Should I Keep My BlackBerry Storm?

Last month, I bought a BlackBerry Storm touchscreen phone.  As I get to the end of my 30 day return grace period (minus a $35 restocking fee….), I am trying to figure out if I want to keep it.  In essence, I am making a commitment to have this thing as my constant companion for the next couple of years….I need to be sure I like my new friend.


So here are my top likes and dislikes about the BlackBerry Storm – I’d really love to hear from other folks who have one and get your thoughts.

Top Things I Like About the BlackBerry Storm

  • It’s cool. There is no denying the coolness factor of a touchscreen phone and all the online capabilities it has.  It looks cool, it feels cool, it’s a little bit fun.  But it’s not as cool as an iPhone.
  • The screen is beautiful. It’s bright, its clear, and its highly readable.
  • The screen clicks. Another cool factor, and a highly functional one,  is the tactile feedback you get when you type on the screen.  Light finger pressure highlights the button, and a slight “click” confirms the action.  This alone may be the reason to keep the phone.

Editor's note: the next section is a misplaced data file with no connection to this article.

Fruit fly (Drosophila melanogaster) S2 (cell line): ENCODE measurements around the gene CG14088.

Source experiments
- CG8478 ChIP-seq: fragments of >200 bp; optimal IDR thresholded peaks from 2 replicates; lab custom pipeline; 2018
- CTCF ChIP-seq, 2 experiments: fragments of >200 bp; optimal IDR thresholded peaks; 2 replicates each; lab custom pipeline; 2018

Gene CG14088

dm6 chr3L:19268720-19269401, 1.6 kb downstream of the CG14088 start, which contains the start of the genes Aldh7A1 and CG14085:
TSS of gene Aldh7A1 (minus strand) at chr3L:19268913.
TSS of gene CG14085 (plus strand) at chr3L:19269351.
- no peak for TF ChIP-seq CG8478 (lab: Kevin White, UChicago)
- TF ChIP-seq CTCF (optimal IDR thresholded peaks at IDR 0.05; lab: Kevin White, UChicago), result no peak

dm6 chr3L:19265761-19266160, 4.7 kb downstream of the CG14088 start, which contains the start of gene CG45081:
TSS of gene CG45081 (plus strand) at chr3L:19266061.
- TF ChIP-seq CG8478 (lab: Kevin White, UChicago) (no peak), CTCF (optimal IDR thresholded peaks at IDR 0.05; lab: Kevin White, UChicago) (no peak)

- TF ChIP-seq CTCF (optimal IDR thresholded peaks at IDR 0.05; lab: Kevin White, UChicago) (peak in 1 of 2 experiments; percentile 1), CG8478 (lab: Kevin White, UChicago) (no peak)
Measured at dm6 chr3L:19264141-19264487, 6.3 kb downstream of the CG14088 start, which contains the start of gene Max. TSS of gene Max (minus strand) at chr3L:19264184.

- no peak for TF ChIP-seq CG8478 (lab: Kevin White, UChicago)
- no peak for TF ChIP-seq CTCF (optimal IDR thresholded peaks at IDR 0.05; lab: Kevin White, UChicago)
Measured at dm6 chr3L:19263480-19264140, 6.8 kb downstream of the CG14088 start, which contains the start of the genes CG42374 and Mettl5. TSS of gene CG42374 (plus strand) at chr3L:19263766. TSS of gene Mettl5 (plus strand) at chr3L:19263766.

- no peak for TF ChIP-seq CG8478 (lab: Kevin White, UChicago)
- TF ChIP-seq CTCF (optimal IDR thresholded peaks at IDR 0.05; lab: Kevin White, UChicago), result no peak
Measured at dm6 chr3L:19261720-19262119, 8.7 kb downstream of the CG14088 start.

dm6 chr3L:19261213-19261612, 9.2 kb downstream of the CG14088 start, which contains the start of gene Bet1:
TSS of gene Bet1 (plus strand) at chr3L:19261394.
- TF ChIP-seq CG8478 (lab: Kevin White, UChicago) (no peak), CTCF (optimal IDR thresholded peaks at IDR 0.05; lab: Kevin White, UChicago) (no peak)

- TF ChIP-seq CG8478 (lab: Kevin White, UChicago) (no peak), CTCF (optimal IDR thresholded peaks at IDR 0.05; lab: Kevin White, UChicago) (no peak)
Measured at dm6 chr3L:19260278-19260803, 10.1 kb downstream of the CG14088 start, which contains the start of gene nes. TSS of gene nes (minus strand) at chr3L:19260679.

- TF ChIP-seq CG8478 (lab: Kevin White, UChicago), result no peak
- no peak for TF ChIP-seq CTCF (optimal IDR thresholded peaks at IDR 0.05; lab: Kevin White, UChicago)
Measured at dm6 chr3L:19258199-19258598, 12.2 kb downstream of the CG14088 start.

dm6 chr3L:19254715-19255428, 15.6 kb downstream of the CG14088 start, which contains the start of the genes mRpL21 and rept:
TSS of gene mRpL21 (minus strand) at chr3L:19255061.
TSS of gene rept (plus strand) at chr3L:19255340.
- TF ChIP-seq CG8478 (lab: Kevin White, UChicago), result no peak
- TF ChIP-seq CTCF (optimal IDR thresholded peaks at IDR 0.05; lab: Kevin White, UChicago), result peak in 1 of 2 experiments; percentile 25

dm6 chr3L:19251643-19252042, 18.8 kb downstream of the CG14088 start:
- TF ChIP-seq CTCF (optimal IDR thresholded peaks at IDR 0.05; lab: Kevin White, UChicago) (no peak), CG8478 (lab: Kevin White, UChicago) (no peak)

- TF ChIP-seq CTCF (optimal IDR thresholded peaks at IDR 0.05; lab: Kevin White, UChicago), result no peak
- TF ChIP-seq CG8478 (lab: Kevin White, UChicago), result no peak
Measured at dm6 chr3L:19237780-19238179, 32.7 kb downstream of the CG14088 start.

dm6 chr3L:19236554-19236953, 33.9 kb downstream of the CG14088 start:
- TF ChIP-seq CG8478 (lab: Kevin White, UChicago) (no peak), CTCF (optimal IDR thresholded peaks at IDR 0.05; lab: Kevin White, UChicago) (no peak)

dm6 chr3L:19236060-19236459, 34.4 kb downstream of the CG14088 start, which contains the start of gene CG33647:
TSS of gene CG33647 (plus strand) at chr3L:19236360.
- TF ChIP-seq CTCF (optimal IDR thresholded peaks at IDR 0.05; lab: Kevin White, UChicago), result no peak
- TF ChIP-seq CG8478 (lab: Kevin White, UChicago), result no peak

• It’s easy to lock and unlock the screen. Keeps me from dialing people when the phone is in my pocket.
  • It works like a BlackBerry. If you already have a BlackBerry, then you will know how to use the Storm.  Unlike Microsoft, who decided that we all need to relearn the menu’s and shortcuts in the latest version of Microsoft Office, Research In Motion (RIM) has kept the BlackBerry Storm commands the same as always.  Love them or hate them, you know how to use them.
  • The phone is good. Clear, loud, works great.
  • The camera is good. 3.2 mega-pixels and its easy to use.  I think it is way better than the one on my old BlackBerry Curve.
  • Shortcut Menu. On the screen you get the whole collection of menu icons, and you can customize the top two rows of icons which becomes a shortcut to your most used buttons.  It’s not easy to customize, but once you do it you’ll be happy.
  • Speakerphone is strong.
  • Third party stuff. I bought a custom rubber case to protect the phone when I drop it (which is often), and a screen protector to prevent scratches.  The screen protector is fantastic – it’s taking the abuse from my keys and other items, and doesn’t seem to make it any less responsive.  If you’ve ever had a scratch on your screen you know how awful it is.  Verizon had a few accessories, but I found more at a lower price at the Cell Phone Shop.